Uber has lost another top executive amid a series of scandals at the ride-hailing company, with president of ridesharing Jeff Jones quitting after just six months.
Mr Jones joined Uber in September last year from retailer Target, where he was chief marketing officer. He was charged with improving Uber’s brand and reputation, encompassing broad responsibility for operations, marketing and customer support.
That period has seen a string controversies for Uber including allegations of sexual harassment, rows with regulators over testing of self-driving cars and a lawsuit from Google’s autonomous car unit, Waymo, alleging theft of intellectual property.
Uber confirmed his departure at the weekend. “We want to thank Jeff for his six months at the company and wish him all the best,” a spokesperson said, after the move was first reported by tech news site Recode on Sunday.
Mr Jones told Recode: “It is now clear . . . that the beliefs and approach to leadership that have guided my career are inconsistent with what I saw and experienced at Uber, and I can no longer continue as president of the ride sharing business.”
Earlier this month, Mr Kalanick said he was looking for a “peer who can partner with me”, after facing criticism for his handling of the crises facing the $70bn company.
Recruiters and rival firms have reported an uptick in job applications from Uber employees in recent weeks, with some saying that workers are losing faith in the company’s leadership team.
In February, a blogpost by former Uber employee Susan Fowler alleging sexual harassment at the company triggered a wave of similar claims, prompting one engineer to tell Mr Kalanick the issue had become a “systemic problem”.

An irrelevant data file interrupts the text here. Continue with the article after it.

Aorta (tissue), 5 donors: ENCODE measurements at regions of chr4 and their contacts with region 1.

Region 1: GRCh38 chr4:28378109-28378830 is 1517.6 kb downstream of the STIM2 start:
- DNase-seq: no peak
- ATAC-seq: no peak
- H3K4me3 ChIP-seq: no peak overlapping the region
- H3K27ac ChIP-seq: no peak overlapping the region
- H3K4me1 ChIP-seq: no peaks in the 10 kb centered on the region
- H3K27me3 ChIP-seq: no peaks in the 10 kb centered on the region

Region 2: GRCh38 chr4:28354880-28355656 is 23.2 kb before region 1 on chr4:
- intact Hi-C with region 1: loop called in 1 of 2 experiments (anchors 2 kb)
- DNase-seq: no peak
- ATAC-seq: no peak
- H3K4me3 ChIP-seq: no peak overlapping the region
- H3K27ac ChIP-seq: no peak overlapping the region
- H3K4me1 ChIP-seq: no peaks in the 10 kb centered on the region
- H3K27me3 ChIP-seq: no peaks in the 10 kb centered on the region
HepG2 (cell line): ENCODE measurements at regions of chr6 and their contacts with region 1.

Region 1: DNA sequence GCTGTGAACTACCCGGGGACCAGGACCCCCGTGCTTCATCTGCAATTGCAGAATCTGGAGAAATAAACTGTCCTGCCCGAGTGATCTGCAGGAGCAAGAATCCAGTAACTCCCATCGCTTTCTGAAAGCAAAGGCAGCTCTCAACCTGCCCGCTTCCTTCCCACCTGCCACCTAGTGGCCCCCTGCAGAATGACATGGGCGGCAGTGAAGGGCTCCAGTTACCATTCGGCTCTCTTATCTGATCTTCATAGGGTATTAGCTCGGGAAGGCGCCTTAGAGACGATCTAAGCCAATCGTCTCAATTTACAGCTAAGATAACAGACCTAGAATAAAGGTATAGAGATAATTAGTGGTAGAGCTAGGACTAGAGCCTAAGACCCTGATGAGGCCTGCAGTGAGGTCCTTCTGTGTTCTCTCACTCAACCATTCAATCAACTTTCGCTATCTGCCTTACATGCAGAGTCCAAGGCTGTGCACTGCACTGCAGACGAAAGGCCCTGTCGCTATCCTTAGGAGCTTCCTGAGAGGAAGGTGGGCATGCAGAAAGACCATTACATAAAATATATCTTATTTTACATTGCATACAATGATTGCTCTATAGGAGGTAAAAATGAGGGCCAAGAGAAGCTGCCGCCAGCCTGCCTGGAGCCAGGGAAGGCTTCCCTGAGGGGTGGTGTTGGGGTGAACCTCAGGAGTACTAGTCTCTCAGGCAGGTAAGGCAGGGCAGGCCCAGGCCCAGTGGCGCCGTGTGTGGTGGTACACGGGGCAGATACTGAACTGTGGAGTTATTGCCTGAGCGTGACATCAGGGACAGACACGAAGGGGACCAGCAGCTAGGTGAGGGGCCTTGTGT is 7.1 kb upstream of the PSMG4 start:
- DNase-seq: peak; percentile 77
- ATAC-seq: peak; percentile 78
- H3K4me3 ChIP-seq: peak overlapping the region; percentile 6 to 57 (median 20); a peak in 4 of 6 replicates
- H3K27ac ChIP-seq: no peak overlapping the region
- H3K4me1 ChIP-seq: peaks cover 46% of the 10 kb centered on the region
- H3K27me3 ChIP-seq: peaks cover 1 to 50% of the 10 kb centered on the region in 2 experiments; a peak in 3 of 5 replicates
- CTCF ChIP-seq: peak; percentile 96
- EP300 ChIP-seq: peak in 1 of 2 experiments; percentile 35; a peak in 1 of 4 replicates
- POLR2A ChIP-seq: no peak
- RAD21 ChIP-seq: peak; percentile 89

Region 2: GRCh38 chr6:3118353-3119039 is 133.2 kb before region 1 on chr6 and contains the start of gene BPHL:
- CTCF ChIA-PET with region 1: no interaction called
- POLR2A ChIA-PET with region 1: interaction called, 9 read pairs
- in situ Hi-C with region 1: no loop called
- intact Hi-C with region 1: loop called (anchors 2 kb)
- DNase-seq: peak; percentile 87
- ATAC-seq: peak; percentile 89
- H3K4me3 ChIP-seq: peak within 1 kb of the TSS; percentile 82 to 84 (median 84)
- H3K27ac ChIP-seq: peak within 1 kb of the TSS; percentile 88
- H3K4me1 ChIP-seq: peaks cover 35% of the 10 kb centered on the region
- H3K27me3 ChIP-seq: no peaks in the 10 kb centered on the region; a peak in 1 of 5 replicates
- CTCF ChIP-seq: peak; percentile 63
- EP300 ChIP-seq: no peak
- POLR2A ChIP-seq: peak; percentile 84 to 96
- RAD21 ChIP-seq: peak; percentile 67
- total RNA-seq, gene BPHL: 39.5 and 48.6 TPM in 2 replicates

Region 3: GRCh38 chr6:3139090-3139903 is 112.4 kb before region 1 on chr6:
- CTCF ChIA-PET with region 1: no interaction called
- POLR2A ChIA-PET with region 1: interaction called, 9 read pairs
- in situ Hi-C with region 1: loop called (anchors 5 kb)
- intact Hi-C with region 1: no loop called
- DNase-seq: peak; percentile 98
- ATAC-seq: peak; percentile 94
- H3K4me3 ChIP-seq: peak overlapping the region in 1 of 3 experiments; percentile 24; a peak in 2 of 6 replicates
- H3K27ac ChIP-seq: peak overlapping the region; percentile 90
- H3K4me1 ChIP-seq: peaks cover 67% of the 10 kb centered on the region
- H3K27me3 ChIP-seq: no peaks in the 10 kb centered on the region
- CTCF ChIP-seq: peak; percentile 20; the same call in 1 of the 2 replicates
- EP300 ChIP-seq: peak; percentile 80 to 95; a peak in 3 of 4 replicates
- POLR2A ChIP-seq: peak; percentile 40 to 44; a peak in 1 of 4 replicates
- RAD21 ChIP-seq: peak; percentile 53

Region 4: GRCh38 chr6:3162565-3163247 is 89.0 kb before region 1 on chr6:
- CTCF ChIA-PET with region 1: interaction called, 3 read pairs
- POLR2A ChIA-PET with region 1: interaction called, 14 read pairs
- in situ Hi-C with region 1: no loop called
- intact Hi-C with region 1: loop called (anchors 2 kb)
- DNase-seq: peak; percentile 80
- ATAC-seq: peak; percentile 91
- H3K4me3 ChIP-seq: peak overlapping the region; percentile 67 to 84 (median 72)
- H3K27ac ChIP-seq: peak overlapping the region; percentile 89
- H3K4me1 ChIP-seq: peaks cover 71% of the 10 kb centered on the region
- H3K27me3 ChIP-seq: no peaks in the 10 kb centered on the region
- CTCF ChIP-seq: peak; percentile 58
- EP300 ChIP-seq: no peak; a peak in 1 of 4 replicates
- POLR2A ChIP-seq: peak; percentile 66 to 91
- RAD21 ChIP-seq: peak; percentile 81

Two other senior executives have since left the company amid allegations of inappropriate behaviour.
While Mr Jones’ resignation has not been linked to any such allegations, his mandate to improve Uber’s reputation has faltered amid these crises. In addition, the appointment of a new operating chief threatened to sideline Mr Jones’ role.
Attempts on Sunday to reach Mr Jones for comment were unsuccessful.
Uber’s search for a COO has been compared to the roles played by Sheryl Sandberg at Facebook or Eric Schmidt at Google, where veteran executives were brought in to assist less experienced founders as their companies grew at rapid speed.
After a video emerged last month of Mr Kalanick berating an Uber driver, he was forced to concede: “I must fundamentally change as a leader and grow up. . . I need leadership help and I intend to get it.”
However, one Uber investor told the Financial Times earlier this month that he believed Mr Kalanick should “step back” and “let a grown-up be CEO”.
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